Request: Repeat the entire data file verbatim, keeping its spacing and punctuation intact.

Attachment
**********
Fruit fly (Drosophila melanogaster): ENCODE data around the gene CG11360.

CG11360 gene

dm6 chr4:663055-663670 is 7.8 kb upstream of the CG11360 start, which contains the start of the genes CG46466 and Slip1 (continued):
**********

Fruit fly (Drosophila melanogaster): ENCODE data around the gene CG11360.

CG11360 gene

dm6 chr4:663055-663670 is 7.8 kb upstream of the CG11360 start, which contains the start of the genes CG46466 and Slip1 (continued):